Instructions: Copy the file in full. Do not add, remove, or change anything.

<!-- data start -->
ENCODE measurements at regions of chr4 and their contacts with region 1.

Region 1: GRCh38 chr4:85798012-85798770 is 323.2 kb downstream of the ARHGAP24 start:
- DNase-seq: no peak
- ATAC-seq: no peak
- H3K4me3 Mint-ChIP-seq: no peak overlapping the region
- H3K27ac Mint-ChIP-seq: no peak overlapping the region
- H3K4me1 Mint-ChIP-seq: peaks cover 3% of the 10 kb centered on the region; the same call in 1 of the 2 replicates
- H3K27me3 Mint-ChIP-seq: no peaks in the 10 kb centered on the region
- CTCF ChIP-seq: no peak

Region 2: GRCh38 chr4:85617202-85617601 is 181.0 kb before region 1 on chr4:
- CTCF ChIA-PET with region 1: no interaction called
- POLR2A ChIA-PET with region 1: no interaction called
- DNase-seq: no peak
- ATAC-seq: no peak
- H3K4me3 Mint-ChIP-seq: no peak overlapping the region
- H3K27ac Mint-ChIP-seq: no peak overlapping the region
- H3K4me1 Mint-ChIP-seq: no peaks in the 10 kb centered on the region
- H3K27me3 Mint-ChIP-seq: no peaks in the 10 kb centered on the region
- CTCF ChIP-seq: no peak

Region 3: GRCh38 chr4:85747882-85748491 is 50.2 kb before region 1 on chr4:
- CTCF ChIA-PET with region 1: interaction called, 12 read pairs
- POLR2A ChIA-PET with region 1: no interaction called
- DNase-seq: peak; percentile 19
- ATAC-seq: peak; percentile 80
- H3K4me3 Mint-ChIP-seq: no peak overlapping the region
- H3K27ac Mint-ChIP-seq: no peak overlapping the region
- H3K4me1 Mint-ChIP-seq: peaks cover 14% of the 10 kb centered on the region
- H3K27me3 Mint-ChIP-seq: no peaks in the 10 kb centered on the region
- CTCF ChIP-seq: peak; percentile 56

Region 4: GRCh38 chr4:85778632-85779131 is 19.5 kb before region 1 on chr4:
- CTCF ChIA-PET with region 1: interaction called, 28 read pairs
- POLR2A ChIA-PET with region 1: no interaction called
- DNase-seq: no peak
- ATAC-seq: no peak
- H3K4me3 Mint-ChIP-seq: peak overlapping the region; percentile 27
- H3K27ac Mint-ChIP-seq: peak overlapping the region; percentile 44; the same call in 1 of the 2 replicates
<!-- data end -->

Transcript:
ENCODE measurements at regions of chr4 and their contacts with region 1.

Region 1: GRCh38 chr4:85798012-85798770 is 323.2 kb downstream of the ARHGAP24 start:
- DNase-seq: no peak
- ATAC-seq: no peak
- H3K4me3 Mint-ChIP-seq: no peak overlapping the region
- H3K27ac Mint-ChIP-seq: no peak overlapping the region
- H3K4me1 Mint-ChIP-seq: peaks cover 3% of the 10 kb centered on the region; the same call in 1 of the 2 replicates
- H3K27me3 Mint-ChIP-seq: no peaks in the 10 kb centered on the region
- CTCF ChIP-seq: no peak

Region 2: GRCh38 chr4:85617202-85617601 is 181.0 kb before region 1 on chr4:
- CTCF ChIA-PET with region 1: no interaction called
- POLR2A ChIA-PET with region 1: no interaction called
- DNase-seq: no peak
- ATAC-seq: no peak
- H3K4me3 Mint-ChIP-seq: no peak overlapping the region
- H3K27ac Mint-ChIP-seq: no peak overlapping the region
- H3K4me1 Mint-ChIP-seq: no peaks in the 10 kb centered on the region
- H3K27me3 Mint-ChIP-seq: no peaks in the 10 kb centered on the region
- CTCF ChIP-seq: no peak

Region 3: GRCh38 chr4:85747882-85748491 is 50.2 kb before region 1 on chr4:
- CTCF ChIA-PET with region 1: interaction called, 12 read pairs
- POLR2A ChIA-PET with region 1: no interaction called
- DNase-seq: peak; percentile 19
- ATAC-seq: peak; percentile 80
- H3K4me3 Mint-ChIP-seq: no peak overlapping the region
- H3K27ac Mint-ChIP-seq: no peak overlapping the region
- H3K4me1 Mint-ChIP-seq: peaks cover 14% of the 10 kb centered on the region
- H3K27me3 Mint-ChIP-seq: no peaks in the 10 kb centered on the region
- CTCF ChIP-seq: peak; percentile 56

Region 4: GRCh38 chr4:85778632-85779131 is 19.5 kb before region 1 on chr4:
- CTCF ChIA-PET with region 1: interaction called, 28 read pairs
- POLR2A ChIA-PET with region 1: no interaction called
- DNase-seq: no peak
- ATAC-seq: no peak
- H3K4me3 Mint-ChIP-seq: peak overlapping the region; percentile 27
- H3K27ac Mint-ChIP-seq: peak overlapping the region; percentile 44; the same call in 1 of the 2 replicates